Small businesses have been particularly hard-it by pandemic restrictions that limit their ability to service customers. Traditional brick and mortar retailers have had an even harder time. But local governments are stepping in to help these businesses pivot to online sales with expert advice, tools, training, and support.
Here are some of the hands-on assistance different cities offer to help businesses survive the trials of COVID-19.
In Los Angeles, Mayor Garcetti announced LA Optimized, a local initiative to help small businesses expand their e-commerce capabilities with support from design and technical professionals. They plan to allocate $1.5 million in services to 1,000 local businesses over the next year.
Partnering with ArtCenter College and Design and the creative services agency verynice the program will provide services like graphic design, photography, video, and branding to small businesses. Priority will be given to brick-and-mortar businesses located in low-income communities.
In Mesa, Ariz., local business owners can apply for the free Mesa CARES Small Business Technical Assistance Program. The program is made possible by the federal Coronavirus Relief Fund under the CARES Act.
It provides one-on-one business coaching and free classes on everything from business plans during COVID to marketing, accounting, IT, web hosting, technical services, and accounting.
Digital Main Street
In Canada, the city of Toronto partnered with large companies like Google, Mastercard, Facebook, Square, Shopify, and Microsoft.
The Digital Main Street program offers businesses three avenues of support.
- ShopHERE creates free online stores for businesses with less than ten employees.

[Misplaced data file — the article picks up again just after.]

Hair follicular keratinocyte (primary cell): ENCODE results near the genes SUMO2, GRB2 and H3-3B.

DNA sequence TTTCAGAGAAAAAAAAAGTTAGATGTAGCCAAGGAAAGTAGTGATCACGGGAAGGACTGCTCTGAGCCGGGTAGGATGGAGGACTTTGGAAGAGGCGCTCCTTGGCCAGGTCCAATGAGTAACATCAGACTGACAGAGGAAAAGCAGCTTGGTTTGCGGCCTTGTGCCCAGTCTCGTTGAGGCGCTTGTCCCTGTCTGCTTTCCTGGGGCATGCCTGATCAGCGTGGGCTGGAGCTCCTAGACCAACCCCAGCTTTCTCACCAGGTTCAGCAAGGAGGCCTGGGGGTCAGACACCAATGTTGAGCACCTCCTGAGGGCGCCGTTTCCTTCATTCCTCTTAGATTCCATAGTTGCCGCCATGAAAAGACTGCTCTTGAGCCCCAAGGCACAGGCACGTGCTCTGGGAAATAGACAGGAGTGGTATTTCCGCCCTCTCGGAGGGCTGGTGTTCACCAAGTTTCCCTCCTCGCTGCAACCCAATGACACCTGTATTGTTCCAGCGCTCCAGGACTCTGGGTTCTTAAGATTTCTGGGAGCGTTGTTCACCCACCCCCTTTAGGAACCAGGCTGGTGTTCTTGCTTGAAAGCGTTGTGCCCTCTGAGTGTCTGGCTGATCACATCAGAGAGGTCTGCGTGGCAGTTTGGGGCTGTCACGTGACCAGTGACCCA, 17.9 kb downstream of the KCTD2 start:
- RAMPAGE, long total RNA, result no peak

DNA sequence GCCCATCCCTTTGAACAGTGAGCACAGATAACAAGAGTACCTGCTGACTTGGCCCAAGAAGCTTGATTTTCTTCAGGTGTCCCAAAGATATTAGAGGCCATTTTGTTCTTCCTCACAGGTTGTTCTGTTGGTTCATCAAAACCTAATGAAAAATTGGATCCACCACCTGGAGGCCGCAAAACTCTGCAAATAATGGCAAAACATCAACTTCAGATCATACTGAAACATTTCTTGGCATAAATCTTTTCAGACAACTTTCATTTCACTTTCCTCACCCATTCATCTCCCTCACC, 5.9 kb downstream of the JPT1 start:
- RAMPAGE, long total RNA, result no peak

- The Digital Transformation Grant provides up to $2,500 for training and guidance on moving online.
- The FutureProof program assists in finding new markets and developing a deep overall transformation plan.
Start Small Think Big
Local governments aren't the only groups looking for ways to help small businesses. Many nonprofits have also shifted their missions in response to new needs created by the pandemic.
Since the beginning of the pandemic, Start Small Think Big, a nonprofit dedicated to supporting entrepreneurialism in underserved communities, has provided opportunities, including pro-bono legal, financial, and marketing services.
"This year, we will have supported over 3,000 businesses all across the country. 97% of our entrepreneurs are people of color and women, 35% live below the federal poverty line, and 70% have businesses located in high-poverty communities," says founder and executive director Jennifer DaSilva. "We have also launched an Emergency Relief Fund, which provides immediate cash relief to meet a variety of expenses and keep businesses open."
Business helping business
Even business-to-business startups have been adjusting their own models to help struggling customers maintain revenue from home.
"A loyal customer contacted us in March to unsubscribe because her beauty salon would be shutting down. She had three employees, and with the pandemic, it just wasn't feasible to keep running," said Michael Astreiko, CEO and Founder of Synder, a financial management app for small businesses
"We had a brainstorming session thinking about what we can do to help businesses like hers. We got back in touch with her to offer our payment link functionality, which she ended up using by teaching online beauty classes on Instagram Live."
Survival is in everyone's best interest
The survival of small businesses through this turbulent time is important to everyone. Whether from local government, or another small business, as the world grapples with a struggling economy, small businesses may find the help they need in unexpected places.